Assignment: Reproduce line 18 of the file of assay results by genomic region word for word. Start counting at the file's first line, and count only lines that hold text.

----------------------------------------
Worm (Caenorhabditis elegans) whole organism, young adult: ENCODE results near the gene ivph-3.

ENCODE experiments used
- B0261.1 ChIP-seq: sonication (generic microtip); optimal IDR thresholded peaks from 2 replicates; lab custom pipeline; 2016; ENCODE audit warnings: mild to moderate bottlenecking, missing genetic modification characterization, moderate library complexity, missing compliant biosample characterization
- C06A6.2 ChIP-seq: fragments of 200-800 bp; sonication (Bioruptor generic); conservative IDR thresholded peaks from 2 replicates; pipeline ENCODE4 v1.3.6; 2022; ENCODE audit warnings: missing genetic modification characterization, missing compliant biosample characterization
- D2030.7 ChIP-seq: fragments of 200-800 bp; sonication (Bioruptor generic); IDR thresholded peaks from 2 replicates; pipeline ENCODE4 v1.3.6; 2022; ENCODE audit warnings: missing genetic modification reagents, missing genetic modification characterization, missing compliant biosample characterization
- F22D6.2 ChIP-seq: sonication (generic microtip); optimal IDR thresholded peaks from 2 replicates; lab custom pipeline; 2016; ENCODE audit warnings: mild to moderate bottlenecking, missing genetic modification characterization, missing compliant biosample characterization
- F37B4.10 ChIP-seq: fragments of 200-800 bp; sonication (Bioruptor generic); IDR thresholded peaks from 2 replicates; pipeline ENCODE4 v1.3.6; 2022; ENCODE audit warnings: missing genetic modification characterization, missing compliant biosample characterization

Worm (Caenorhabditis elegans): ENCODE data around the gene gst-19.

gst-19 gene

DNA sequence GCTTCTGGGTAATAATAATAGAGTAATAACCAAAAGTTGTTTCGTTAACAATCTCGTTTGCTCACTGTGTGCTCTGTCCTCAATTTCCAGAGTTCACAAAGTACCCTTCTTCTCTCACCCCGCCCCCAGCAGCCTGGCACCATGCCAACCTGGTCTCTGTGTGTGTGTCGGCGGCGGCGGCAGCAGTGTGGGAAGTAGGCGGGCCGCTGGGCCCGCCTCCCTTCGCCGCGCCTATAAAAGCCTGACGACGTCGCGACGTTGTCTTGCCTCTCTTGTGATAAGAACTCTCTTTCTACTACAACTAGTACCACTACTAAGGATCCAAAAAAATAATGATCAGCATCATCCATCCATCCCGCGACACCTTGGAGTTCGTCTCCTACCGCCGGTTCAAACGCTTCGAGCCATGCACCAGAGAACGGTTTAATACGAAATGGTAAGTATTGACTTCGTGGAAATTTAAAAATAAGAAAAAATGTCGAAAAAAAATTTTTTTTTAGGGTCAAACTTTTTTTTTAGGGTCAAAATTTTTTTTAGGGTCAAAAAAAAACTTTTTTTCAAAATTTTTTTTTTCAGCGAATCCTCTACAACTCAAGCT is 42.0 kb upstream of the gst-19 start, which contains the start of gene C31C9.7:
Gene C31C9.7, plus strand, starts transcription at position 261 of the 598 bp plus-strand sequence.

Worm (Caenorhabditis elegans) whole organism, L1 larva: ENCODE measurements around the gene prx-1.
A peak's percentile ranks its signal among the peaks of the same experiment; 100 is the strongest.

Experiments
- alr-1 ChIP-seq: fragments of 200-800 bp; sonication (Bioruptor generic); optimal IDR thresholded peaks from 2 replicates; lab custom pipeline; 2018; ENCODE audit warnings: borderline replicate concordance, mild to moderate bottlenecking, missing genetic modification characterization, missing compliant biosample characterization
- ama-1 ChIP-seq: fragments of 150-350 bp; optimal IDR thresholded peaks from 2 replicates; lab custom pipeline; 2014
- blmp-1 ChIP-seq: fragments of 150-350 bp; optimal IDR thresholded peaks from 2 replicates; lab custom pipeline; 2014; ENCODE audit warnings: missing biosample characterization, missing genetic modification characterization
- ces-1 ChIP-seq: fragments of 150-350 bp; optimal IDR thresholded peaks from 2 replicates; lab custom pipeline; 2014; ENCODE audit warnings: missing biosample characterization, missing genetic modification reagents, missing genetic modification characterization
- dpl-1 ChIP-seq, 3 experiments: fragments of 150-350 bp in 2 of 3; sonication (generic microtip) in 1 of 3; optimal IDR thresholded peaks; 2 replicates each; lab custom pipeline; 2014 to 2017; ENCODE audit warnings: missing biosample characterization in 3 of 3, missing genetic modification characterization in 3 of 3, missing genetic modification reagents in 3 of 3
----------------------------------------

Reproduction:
- ces-1 ChIP-seq: fragments of 150-350 bp; optimal IDR thresholded peaks from 2 replicates; lab custom pipeline; 2014; ENCODE audit warnings: missing biosample characterization, missing genetic modification reagents, missing genetic modification characterization